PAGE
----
Born and raised in rural Nepal on the foothills of the Himalayas, Bipin (centre, shown with Phaik Yeong Cheah, left, and Rupam Tripura in Siem Pang, Cambodia) studied medicine in Henan, China and then worked for 3 years at the Trichandra Military Hospital in Kathmandu.
From 2011-2013, Bipin earned a Professional Diploma in Tropical Medicine & Hygiene (DTMH) and then an MSc in clinical tropical medicine from Mahidol University, Thailand. The next year, Bipin worked in an Médecins sans Frontières (MSF) camp in South Sudan, then with the Mahidol Oxford Tropical Medicine Research Unit (MORU) on a mass antimalarial drug administration (MDA) project where he lived in a study site In eastern Savannakhet, Cambodia, near the Laos and Viet Nam, border, an area particularly hard hit by the Viet Nam War.
Bipin worked on community engagement with the target population to maximise the uptake and hence the coverage of the MDA. He found that while gaining trust is key, that is not an easy task if you are seen as a ’foreign body’. Bipin wrote a series of reports about this experience and received an Oxford DPhil for his work.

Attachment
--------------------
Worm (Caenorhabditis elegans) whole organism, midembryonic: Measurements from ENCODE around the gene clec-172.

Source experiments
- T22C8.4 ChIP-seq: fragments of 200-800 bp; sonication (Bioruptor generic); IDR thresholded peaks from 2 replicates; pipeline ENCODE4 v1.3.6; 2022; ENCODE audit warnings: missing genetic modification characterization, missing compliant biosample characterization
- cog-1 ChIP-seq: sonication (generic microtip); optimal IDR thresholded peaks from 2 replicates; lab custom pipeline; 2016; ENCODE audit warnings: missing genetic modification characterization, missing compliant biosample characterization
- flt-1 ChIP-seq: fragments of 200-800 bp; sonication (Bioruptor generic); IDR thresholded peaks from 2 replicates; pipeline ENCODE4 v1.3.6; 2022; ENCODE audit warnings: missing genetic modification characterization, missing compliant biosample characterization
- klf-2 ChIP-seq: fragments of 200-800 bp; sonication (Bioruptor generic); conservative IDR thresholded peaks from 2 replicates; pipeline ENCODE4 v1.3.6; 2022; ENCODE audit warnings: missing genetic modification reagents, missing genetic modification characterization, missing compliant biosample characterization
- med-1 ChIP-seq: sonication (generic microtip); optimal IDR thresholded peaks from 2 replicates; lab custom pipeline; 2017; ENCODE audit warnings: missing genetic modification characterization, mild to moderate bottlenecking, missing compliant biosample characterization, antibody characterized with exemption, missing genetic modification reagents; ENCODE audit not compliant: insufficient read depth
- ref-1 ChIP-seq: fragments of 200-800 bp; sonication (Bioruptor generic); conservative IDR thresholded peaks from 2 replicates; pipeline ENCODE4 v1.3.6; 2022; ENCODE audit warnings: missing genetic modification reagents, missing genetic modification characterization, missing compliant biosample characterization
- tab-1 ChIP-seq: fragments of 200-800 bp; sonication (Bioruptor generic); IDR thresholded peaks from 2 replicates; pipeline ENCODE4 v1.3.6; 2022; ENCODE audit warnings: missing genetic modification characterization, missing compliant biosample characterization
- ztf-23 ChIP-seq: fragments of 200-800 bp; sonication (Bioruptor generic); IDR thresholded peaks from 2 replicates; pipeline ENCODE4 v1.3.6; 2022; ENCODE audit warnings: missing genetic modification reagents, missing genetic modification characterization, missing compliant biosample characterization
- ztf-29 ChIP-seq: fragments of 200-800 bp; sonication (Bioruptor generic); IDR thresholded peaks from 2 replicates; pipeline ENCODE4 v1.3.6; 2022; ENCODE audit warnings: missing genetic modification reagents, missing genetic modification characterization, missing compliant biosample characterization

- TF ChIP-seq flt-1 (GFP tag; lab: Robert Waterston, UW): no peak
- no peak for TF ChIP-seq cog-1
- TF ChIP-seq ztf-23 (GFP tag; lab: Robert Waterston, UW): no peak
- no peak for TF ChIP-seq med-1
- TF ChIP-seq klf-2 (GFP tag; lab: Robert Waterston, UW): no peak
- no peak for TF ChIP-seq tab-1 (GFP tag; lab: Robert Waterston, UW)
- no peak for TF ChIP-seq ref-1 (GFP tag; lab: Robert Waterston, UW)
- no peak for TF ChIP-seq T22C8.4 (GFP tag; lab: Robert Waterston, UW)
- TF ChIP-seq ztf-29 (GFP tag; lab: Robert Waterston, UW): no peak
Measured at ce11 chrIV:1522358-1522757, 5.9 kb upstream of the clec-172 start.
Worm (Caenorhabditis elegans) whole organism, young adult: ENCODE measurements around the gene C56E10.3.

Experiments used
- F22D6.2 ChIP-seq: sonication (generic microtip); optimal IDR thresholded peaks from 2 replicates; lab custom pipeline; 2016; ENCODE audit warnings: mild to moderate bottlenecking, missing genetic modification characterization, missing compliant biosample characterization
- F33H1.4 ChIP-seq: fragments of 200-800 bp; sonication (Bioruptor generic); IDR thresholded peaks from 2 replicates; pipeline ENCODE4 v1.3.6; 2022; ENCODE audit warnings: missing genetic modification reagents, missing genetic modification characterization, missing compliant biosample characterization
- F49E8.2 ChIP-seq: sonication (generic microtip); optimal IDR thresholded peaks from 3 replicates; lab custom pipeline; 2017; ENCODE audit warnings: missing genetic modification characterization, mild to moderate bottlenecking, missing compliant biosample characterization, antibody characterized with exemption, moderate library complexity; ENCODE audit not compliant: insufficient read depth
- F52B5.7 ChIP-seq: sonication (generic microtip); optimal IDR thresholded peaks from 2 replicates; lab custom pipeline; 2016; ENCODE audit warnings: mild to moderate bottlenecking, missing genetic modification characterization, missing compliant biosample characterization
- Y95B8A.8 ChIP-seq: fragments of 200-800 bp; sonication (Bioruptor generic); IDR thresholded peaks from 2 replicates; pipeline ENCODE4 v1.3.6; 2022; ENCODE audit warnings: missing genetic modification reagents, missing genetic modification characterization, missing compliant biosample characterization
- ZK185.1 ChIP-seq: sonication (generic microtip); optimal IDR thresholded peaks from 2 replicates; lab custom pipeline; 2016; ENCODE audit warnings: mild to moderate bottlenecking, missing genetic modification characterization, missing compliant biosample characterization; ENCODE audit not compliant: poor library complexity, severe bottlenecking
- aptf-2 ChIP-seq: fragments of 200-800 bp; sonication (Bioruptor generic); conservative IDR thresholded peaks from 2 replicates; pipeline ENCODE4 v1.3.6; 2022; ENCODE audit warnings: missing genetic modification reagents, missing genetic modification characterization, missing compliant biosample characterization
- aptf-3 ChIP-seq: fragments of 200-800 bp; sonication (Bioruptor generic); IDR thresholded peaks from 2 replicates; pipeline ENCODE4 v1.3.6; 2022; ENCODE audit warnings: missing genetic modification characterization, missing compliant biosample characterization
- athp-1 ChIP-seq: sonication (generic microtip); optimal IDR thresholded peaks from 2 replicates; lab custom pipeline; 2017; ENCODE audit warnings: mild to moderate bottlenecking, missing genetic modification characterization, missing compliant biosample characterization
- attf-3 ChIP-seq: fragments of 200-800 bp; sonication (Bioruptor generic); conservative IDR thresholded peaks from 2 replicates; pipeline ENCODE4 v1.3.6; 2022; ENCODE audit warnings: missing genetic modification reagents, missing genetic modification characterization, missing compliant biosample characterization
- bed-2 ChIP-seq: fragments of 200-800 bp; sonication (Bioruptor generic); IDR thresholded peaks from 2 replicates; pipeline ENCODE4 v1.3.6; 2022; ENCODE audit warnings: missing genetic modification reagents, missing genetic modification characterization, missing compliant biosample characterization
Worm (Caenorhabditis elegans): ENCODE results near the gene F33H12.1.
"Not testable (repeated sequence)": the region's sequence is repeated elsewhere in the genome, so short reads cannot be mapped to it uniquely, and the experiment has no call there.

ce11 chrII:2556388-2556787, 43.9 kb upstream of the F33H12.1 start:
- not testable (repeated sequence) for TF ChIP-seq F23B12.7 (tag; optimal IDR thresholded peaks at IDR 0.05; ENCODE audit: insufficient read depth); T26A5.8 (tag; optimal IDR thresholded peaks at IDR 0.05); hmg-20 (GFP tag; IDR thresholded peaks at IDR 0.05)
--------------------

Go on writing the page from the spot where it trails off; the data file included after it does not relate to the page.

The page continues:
When COVID started in 2020, Bipin immediately recognized that the uptake and hence the public health impact of interventions like masks and mass vaccinations campaigns would be seriously undermined in the absence of trust in public health recommendations, and shared these insights in a series of publications.
Bipin has published more than 50 papers in the last five years. His most recent publication, Vaccine mandates and public trust do not have to be antagonistic, is co-authored with Heidi Larson, the international leader in the field of ‘antivaxxers’.
Bipin was presented with the award at the RSTMH’s AGM at Conway Hall, London, UK.